How much weight have you lost so far this year? It’s been a week – have you gone for a run everyday, as you promised with your new year’s resolutions? Fitness, good health, good habits, these are all part of the annual promises we make. Quit smoking, always take the stairs, watch what we eat. In fact, devices, services, websites and apps that help us in our personal goals are a big business. One that’s certain to get bigger. I think Apple should leap into this industry – and own it.
With the iPod.
Only, not with the iPod Touch or iPod Shuffle, for example. I think Apple should abandon the traditional iPod line and re-fashion it as a line of personal, wearable devices that promote fitness, good habits, safety and lifelogging.
iPod Means Little Today
The iPod may have saved Apple. Ten years later, however, the product is of little consequence. The entire iPod line is worth less than 1% of Apple’s value, per industry figures. At Apple’s present market cap of $500 billion, that makes all things iPod worth less than $5 billion. True, that’s a phenomenal valuation for a start-up or small business, but barely a rounding error for the world’s largest tech company. Possibly more importantly, the iPod is rapidly losing its relevance. With so many now owning smartphones, there is very little reason to ever purchase an iPod. Plus, as more people embrace streaming music, a collection of songs on a MP3 player is of little value to users.
We are on the cusp of a wearable computer revolution, I believe, and Apple can dominate this budding industry just as it does smartphones and tablets. Who better to design beautiful, affordable, highly functional wearable devices? Who better to design such devices and integrate them with a robust ecosystem of developers, apps and payments? Apple’s “iPod line” of wearable devices can enable users from children to seniors to link important personal and health data to their smartphone, monitor their progress on their iPad, download and analyze their numbers on their Mac. This could be huge for Apple and for users and a renaissance for iPod.
Revising the iPod brand
There are already numerous apps and devices used to promote good health, fitness, to monitor our heart rate, help us stop smoking, analyze our water. The popular Fitbit bracelet or Jawbone UP, for example, helps users keep track of how much they walked, how well they slept. That information can then be downloaded to their smartphone for analysis and archiving. I think with its design skills, manufacturing prowess, global retail footprint, world-beating interface capabilities – including voice, touch and type – Apple can offer better devices than any that now exist.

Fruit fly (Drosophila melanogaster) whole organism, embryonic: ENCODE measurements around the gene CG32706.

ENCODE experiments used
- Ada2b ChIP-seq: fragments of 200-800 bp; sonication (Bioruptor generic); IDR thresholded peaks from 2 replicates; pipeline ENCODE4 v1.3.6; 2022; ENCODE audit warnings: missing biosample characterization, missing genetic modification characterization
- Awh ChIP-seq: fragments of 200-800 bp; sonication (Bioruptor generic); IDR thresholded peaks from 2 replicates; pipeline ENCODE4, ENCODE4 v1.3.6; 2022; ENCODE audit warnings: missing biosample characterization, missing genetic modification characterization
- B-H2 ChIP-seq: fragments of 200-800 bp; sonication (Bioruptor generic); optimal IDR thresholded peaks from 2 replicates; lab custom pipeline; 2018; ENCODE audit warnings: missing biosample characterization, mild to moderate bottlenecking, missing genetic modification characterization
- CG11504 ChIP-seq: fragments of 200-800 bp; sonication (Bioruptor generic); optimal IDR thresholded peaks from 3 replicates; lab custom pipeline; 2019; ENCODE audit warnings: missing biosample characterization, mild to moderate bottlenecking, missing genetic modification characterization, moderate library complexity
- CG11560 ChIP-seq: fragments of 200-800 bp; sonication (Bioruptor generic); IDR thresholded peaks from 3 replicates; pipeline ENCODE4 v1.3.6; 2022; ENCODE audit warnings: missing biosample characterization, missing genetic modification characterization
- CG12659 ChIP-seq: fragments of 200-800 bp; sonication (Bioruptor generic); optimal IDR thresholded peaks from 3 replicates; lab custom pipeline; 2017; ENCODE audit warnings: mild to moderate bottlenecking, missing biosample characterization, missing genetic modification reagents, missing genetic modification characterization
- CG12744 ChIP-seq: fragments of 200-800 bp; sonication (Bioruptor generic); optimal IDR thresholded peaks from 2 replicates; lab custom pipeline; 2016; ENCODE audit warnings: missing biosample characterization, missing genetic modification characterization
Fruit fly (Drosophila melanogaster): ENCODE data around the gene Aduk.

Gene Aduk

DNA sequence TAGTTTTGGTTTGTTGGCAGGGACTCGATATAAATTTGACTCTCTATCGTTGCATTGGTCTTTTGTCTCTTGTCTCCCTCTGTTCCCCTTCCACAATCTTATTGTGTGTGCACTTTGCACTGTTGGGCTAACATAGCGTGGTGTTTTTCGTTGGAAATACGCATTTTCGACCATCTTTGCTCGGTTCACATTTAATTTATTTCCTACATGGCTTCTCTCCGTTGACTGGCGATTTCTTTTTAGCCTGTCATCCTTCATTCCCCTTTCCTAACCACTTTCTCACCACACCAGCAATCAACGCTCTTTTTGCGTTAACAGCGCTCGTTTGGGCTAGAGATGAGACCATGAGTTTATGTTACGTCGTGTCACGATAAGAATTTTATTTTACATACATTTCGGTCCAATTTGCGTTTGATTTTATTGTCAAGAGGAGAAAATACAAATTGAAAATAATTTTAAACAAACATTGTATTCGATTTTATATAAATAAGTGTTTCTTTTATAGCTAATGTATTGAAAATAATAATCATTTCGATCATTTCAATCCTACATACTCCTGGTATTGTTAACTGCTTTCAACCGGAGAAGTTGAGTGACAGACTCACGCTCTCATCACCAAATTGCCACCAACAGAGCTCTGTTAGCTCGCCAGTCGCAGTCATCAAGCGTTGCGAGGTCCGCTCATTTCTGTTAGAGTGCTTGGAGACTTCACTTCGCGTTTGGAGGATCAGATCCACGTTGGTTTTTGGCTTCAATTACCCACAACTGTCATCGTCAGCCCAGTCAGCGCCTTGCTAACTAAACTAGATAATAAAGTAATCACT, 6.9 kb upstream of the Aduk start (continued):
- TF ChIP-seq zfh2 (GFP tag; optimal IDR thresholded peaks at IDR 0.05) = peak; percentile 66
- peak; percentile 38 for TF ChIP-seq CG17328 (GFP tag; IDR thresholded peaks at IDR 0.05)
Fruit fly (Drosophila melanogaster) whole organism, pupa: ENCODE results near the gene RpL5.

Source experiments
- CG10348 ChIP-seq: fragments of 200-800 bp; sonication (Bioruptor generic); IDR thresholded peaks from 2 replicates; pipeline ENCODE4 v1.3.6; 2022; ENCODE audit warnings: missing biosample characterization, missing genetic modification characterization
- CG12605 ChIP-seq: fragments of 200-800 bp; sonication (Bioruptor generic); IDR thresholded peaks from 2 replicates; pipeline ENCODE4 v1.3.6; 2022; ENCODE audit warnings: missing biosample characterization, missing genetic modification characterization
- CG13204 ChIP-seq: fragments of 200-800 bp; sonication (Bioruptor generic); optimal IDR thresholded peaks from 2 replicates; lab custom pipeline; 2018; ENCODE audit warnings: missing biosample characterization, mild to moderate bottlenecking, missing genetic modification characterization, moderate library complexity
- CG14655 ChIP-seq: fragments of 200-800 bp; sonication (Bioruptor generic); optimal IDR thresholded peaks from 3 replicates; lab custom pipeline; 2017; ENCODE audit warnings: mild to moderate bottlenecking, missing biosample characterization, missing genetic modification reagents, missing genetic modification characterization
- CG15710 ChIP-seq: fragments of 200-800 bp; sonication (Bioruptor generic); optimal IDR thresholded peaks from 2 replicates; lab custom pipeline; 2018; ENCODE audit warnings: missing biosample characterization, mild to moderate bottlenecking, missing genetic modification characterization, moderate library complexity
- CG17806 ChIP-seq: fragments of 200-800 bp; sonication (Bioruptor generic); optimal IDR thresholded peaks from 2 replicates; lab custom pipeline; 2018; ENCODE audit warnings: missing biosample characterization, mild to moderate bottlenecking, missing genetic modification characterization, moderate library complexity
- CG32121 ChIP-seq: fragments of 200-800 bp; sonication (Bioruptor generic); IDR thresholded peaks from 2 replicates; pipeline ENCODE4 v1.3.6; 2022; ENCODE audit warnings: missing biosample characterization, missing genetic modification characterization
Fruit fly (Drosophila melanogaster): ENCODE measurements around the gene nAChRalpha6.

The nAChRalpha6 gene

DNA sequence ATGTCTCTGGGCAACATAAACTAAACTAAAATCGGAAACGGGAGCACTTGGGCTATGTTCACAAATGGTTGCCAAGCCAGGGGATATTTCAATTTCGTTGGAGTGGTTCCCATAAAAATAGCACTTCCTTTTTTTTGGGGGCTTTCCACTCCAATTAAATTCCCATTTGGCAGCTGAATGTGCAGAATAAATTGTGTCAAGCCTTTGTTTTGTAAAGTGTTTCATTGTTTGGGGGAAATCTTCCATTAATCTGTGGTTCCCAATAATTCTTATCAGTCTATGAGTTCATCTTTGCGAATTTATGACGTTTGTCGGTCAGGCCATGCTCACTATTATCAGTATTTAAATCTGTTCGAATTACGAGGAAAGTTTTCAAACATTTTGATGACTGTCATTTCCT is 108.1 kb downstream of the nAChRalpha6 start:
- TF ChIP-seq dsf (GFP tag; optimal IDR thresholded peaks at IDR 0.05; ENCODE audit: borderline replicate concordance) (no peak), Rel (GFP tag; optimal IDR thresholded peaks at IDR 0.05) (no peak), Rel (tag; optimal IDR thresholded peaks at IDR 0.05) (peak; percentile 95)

The iPod brand name can become meaningful and valuable again: the ‘i’ for individual, of course, and Internet – and integrated with iOS and iPhone and iPad. The “Pod” already suggests a unique, standalone device. Imagine devices that we keep on our wrists that measure blood pressure, sleep cycles and exercise activities, for example. Or a device that anyone can use that straps onto their chest and determines not just heart rate but heart patterns – like an at-home ECG. And it’s all instantly downloadable to our iPhone. These are not simply fitness tools, these are medical devices. The market for these is well into the billions. Apple already wants to put an iPad Mini in every doctor’s lab coat. Imagine the smartphones, computers and tablets they sell if medical staff – and patients – had Apple healthcare apps and gadgets. Make iPod stand for healthcare. There may be no larger industry in the world.
The iPod Tricorder
I suspect few of us care anymore about an “iPod” that holds our music. I believe tens of millions, however, would crave an “iPod” watch. One that tracked our heart, blood pressure, number of steps walked, how fast we ran, how many calories we consumed – and all this information available with a swipe or a Siri query. Only the geekiest of geeks will ever wear Google Glasses. Not so a sleek “iPod watch”.
With this new iPod, we simply go to the iPod App Store and download an app to analyze our food choices, for example, or share our successes with a social group, all through the iPod itself. Only Apple has all the pieces to make the product and the services that can help us improve our lives, monitor what we do, and share that with others, so beautifully, affordably and accessibly.
The market is ready. Last year, Memoto, a small wearable camera that promised to constantly take a picture of the user’s surroundings, stamp each pic with data and time, went on Kickstarter to raise $50,000.They quickly raised over half a million.
Understand, however, that the “iPod” need not be only for personal resolutions or “lifelogging”. The smartphone, led by the iPhone, has begat a revolution in personal mobile computing. We are always connected, everywhere. The next step is connecting our personal data, and our surroundings, then integrating that with our existing tools and services. The new iPod line of wearable computing devices could jumpstart this second revolution just as the iPhone did with the smartphone. The new iPod could be a line of products that empower individuals, healthcare providers, moms and dads, unlike anything before. Track your aging parents. Monitor your blood sugar levels. Check your child’s food choices with the iPod on your wrist.
Apple – get to this! We want our tricorder!
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